Integration with video

Once multilingual subtitles are finalized, they are integrated with the video file. This can be done in different ways, depending on the desired or required format and delivery platform. Common formats include .srt and .vtt files. This is usually the work of engineers, many of them fluent in the language of the subtitles, The latter, when available, lends an extra layer of quality to the process, since the engineer will be able to check if anything is amiss before subtitles are tested in their final version as on-screen text.

Testing and validation

Subtitled videos should be thoroughly tested on different devices and platforms to ensure they display correctly and are accurately synched with the audio. Ideally, budgets and time permitting, feedback from native speakers of the target languages (to further assess the quality and cultural relevance of the translations, as there are often different perceptions) is collected to provide validation.

Subtitling can be accomplished in a number of ways. A manual method involves a human actually typing the subtitles onto a video using an application. This is a way to add on-screen text that may or may not reflect dialogue. Semi-automated ways to add subtitles can start with an automatic transcript of the video dialogues, followed by the work of a human correcting the automatic transcript and making sure the subtitles fit for timing and readability. There are also fully automated subtitles, such as those created using professional platforms, in which subtitles are machine-translated and placed on videos, after which a human can review and make any necessary corrections.

Both subtitles and closed captions are a great way to reach diverse audiences, but subtitles are a definite advantage for content creators whose success hinges on the number of views and subscribers to a channel.

For marketing localization, although the best campaigns are fully localized, including tailor-made copy and imagery, subtitles are a great way to increase a brand’s reach. In fact, subtitles on marketing media should be considered indispensable for any global brand. Contact with online marketing materials may happen in any place where there is open Internet access, and who knows where the next international opportunity may be!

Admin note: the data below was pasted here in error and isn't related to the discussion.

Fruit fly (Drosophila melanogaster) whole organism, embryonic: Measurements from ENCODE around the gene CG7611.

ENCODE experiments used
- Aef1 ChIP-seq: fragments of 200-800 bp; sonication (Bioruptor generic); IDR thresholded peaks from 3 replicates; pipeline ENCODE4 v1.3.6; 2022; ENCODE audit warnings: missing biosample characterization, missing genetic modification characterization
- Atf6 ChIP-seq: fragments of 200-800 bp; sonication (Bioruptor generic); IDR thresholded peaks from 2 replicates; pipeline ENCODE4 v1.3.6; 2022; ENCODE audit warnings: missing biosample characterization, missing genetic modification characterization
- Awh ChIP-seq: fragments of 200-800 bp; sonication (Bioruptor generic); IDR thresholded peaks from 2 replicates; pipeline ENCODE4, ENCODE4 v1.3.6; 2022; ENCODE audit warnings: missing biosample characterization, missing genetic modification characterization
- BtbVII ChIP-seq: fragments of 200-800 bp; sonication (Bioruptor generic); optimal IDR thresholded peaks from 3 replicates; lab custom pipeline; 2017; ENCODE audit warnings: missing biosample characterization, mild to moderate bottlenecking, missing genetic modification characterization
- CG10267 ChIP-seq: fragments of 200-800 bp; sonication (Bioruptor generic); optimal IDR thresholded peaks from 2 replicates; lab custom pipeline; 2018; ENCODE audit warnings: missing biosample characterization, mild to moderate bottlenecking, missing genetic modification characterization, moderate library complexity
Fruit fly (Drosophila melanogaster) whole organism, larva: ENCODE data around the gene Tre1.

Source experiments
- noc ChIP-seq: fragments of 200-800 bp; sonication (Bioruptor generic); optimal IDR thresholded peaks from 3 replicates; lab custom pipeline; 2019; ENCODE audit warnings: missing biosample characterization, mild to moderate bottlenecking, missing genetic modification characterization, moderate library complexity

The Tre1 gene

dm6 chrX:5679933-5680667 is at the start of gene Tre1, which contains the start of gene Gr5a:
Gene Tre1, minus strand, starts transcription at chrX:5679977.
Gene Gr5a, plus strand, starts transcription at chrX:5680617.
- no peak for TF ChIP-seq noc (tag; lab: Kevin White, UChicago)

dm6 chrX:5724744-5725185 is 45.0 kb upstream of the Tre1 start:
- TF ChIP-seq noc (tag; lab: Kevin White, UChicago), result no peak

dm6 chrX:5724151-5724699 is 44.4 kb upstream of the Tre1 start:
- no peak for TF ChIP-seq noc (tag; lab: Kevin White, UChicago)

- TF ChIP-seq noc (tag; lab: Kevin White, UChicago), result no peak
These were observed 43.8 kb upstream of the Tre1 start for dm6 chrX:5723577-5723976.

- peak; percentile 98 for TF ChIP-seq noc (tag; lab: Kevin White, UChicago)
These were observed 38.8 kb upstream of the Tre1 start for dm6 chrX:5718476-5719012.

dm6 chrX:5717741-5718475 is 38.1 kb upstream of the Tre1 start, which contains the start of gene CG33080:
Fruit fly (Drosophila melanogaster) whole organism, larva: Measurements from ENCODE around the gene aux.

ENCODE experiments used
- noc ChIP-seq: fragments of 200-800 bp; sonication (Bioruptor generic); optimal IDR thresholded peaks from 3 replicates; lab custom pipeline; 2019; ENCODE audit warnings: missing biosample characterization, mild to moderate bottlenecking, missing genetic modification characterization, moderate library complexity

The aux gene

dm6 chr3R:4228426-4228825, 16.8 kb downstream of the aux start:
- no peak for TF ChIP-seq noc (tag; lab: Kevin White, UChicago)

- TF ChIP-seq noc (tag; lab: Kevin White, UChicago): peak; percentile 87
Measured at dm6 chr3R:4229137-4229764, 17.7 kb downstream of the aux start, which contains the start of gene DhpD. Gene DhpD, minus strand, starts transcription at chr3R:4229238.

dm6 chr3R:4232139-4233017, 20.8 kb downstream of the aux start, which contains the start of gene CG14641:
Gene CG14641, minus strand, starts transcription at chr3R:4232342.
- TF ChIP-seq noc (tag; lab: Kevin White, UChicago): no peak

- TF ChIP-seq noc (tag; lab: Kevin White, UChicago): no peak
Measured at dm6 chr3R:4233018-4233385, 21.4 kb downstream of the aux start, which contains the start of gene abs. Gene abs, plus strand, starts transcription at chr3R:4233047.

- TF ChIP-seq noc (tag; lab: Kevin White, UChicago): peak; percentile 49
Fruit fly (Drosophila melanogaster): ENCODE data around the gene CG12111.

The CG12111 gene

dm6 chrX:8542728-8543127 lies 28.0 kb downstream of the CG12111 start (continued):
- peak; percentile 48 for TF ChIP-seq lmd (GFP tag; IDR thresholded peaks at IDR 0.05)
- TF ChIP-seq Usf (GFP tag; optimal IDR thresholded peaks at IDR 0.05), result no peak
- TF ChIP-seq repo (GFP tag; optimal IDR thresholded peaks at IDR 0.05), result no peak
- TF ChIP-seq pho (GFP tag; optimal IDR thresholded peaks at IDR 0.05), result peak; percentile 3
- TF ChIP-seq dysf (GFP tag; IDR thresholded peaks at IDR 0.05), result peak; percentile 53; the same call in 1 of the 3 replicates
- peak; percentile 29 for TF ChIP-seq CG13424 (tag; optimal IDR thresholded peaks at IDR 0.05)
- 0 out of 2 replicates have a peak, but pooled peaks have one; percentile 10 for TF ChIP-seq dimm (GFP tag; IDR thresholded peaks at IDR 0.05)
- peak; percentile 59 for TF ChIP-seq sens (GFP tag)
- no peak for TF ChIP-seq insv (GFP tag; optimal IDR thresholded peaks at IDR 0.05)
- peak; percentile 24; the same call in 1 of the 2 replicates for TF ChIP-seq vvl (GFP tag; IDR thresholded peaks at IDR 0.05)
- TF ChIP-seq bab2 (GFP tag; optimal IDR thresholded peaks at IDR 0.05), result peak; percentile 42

, Accessibility, and Regulations

Unlike subtitles, which provide a written version of dialogue and narration, closed captions also provide a text transcript of all intralingual audio elements: dialogue, sound effects, background music, and context noises for hearing-impaired viewers and for those who need to read captions for other reasons. This includes improving comprehension in really noisy environments like transportation centers, airports, and sports bars, and silently watching videos on handheld devices in quiet environments when no headphones are available.

Closed captions also include additional information, such as speaker identification and data that might be relevant for the hearing-impaired, such as whether captions have been automatically generated. Providing this information is all about inclusivity, that is, making sure that people with hearing disabilities have access to exactly the same information as everyone else.

In many countries, the availability of closed captions is mandatory by inclusivity and disability laws. Regardless of regulations, providing closed captions is simply good business because it expands viewer reach exponentially. The process for deciding whether to add captions or not is also more straightforward than the process for deciding on subtitle languages precisely because regulations drive their inclusion, whether they are used in a live or a recorded broadcast.

Types of Closed Captions

There are different types of closed captions, and they serve different purposes. These are the most frequently used captions: